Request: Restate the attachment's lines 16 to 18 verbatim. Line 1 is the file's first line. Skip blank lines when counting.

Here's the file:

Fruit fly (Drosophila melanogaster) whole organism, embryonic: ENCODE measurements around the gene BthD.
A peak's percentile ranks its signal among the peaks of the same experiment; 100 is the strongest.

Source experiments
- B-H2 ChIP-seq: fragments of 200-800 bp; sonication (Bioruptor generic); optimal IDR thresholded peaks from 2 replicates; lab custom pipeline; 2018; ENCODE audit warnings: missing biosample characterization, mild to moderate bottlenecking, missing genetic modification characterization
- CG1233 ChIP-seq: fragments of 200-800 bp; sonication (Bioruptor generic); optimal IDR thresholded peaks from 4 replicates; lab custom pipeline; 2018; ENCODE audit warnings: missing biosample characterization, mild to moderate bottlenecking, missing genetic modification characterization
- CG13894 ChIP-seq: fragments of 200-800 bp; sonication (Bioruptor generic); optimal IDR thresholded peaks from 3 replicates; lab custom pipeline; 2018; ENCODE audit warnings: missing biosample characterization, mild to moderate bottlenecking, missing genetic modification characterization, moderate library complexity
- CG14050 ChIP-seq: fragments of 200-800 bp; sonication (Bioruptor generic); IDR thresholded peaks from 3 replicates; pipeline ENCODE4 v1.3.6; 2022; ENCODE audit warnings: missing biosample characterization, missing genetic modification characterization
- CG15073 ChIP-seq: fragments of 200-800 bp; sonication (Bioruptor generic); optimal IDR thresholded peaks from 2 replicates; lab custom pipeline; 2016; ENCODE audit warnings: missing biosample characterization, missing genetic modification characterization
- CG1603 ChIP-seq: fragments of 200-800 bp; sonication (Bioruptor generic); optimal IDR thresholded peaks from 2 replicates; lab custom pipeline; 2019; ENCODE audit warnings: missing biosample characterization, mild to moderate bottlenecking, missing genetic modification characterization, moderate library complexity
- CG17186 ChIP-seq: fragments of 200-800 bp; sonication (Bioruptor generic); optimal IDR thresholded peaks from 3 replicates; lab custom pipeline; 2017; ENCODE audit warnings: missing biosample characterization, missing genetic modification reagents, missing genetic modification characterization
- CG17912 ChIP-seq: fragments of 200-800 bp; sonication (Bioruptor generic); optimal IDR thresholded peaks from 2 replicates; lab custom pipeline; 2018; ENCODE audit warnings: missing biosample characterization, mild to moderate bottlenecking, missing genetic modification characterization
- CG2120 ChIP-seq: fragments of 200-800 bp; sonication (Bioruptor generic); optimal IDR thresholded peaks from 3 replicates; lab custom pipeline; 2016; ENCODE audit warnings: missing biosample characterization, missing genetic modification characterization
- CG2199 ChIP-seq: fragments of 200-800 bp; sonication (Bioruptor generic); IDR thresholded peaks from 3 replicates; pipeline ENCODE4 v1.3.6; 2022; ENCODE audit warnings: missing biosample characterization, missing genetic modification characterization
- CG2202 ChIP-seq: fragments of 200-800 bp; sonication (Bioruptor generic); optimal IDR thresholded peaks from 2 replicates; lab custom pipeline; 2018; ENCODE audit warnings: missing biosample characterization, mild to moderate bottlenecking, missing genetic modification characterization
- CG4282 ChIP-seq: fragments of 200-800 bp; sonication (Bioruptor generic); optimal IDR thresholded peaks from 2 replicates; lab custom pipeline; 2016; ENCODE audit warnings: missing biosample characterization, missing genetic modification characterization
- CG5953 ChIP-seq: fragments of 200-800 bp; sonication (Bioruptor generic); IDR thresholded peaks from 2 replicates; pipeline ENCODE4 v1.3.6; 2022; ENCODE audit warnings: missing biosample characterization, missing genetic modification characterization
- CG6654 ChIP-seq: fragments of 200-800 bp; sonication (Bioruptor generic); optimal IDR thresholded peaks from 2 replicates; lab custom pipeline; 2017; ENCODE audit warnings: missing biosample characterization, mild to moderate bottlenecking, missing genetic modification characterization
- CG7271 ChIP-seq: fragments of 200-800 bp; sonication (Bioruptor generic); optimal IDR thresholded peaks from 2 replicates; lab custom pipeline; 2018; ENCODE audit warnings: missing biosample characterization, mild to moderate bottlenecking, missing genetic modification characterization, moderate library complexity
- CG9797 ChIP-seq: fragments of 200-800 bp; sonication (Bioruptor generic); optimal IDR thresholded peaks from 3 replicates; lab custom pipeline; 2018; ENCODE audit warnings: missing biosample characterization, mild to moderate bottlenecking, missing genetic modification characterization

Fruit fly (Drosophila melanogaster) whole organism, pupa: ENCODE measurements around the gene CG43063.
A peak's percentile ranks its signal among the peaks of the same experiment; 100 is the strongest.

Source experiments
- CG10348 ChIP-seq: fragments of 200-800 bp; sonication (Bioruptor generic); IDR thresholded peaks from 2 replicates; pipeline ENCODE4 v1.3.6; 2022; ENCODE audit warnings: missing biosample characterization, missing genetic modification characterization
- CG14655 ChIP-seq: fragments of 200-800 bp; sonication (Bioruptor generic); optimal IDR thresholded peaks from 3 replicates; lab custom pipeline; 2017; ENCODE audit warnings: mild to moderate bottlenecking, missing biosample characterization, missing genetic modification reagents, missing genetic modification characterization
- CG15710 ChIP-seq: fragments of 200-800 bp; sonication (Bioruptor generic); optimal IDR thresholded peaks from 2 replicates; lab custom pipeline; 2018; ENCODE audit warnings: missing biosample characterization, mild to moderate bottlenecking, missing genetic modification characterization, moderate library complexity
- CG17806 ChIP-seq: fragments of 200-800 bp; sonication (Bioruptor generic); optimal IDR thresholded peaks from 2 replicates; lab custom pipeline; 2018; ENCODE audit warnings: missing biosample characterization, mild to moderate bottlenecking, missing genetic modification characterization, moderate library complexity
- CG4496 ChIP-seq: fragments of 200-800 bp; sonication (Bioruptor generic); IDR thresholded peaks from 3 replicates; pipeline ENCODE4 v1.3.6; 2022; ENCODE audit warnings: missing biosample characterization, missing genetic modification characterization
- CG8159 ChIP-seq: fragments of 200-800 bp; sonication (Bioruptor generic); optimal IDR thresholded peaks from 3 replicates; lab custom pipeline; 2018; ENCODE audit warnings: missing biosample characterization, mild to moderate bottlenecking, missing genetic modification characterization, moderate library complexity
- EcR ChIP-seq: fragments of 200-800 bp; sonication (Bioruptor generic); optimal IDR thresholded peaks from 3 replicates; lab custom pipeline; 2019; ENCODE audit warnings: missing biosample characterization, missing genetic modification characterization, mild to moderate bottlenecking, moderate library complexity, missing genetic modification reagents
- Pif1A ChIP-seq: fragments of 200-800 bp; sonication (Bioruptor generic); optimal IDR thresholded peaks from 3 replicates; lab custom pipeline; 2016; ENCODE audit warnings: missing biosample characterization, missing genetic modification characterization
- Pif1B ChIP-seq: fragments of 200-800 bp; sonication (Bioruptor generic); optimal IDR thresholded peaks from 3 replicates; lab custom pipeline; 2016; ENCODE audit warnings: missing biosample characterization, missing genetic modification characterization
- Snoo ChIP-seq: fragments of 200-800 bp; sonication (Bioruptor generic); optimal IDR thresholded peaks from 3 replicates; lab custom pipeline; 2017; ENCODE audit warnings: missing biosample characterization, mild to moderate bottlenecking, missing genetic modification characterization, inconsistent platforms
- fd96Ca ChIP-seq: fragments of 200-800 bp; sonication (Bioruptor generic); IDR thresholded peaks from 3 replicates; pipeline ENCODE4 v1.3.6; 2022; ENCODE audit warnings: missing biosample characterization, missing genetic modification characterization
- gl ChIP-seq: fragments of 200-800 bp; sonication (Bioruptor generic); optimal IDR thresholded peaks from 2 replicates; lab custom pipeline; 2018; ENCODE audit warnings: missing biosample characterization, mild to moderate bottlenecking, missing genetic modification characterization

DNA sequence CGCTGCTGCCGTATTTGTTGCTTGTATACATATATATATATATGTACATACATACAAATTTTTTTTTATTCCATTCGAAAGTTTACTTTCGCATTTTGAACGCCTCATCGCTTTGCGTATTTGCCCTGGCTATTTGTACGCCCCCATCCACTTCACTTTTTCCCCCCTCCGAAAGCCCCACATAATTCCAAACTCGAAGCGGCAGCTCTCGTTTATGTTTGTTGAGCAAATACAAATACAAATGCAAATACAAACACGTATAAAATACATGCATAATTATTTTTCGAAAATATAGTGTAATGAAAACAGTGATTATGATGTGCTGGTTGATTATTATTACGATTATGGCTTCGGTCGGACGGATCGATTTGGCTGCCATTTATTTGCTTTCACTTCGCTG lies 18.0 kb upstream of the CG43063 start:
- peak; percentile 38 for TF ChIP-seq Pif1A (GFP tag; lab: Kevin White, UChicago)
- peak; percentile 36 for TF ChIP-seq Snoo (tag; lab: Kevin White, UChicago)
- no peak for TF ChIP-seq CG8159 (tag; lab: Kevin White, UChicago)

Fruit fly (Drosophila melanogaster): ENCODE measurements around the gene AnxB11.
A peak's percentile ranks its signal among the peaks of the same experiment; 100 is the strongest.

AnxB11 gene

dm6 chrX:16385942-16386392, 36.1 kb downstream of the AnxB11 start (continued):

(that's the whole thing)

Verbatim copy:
- CG5953 ChIP-seq: fragments of 200-800 bp; sonication (Bioruptor generic); IDR thresholded peaks from 2 replicates; pipeline ENCODE4 v1.3.6; 2022; ENCODE audit warnings: missing biosample characterization, missing genetic modification characterization
- CG6654 ChIP-seq: fragments of 200-800 bp; sonication (Bioruptor generic); optimal IDR thresholded peaks from 2 replicates; lab custom pipeline; 2017; ENCODE audit warnings: missing biosample characterization, mild to moderate bottlenecking, missing genetic modification characterization
- CG7271 ChIP-seq: fragments of 200-800 bp; sonication (Bioruptor generic); optimal IDR thresholded peaks from 2 replicates; lab custom pipeline; 2018; ENCODE audit warnings: missing biosample characterization, mild to moderate bottlenecking, missing genetic modification characterization, moderate library complexity